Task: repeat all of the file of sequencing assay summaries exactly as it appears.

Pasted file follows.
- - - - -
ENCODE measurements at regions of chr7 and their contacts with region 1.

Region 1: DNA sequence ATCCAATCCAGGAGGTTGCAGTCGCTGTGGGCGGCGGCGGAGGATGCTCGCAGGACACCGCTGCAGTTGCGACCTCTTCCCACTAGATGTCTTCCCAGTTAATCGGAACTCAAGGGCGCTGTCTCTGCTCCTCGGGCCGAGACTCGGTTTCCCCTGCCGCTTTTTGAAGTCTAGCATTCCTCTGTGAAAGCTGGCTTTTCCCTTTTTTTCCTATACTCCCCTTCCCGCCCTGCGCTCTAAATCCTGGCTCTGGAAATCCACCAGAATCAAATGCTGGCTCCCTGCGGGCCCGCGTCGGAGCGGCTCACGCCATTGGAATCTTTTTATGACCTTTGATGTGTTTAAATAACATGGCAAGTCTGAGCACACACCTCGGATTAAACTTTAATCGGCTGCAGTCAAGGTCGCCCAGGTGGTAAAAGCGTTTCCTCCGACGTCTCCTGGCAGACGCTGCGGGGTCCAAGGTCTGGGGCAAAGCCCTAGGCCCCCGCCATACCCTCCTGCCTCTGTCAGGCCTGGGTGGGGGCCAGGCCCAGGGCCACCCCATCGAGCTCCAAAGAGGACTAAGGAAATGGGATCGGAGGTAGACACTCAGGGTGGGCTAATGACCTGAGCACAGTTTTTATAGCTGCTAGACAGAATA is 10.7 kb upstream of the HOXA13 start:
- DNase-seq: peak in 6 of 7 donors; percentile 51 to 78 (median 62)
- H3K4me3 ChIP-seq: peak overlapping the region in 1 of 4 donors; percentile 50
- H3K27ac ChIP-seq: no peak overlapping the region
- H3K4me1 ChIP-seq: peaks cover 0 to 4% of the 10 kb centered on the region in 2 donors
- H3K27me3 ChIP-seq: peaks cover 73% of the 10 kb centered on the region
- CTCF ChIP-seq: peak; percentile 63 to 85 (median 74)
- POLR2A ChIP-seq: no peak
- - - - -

ENCODE measurements at regions of chr7 and their contacts with region 1.

Region 1: DNA sequence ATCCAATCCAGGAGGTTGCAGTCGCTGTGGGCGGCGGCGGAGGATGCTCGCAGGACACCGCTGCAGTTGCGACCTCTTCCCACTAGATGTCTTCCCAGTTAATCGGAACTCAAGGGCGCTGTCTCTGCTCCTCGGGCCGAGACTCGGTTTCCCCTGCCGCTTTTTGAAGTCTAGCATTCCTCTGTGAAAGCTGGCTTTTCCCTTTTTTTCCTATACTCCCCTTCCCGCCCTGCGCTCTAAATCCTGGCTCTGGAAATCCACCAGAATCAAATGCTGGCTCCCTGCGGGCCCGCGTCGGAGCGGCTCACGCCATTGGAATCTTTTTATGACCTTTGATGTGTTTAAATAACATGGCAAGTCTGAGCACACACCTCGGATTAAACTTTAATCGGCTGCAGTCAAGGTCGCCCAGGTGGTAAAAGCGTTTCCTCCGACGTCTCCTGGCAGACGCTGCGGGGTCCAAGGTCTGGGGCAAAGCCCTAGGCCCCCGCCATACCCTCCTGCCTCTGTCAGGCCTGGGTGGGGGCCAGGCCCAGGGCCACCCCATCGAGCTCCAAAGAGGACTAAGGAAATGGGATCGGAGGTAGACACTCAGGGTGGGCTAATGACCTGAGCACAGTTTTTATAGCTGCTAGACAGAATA is 10.7 kb upstream of the HOXA13 start:
- DNase-seq: peak in 6 of 7 donors; percentile 51 to 78 (median 62)
- H3K4me3 ChIP-seq: peak overlapping the region in 1 of 4 donors; percentile 50
- H3K27ac ChIP-seq: no peak overlapping the region
- H3K4me1 ChIP-seq: peaks cover 0 to 4% of the 10 kb centered on the region in 2 donors
- H3K27me3 ChIP-seq: peaks cover 73% of the 10 kb centered on the region
- CTCF ChIP-seq: peak; percentile 63 to 85 (median 74)
- POLR2A ChIP-seq: no peak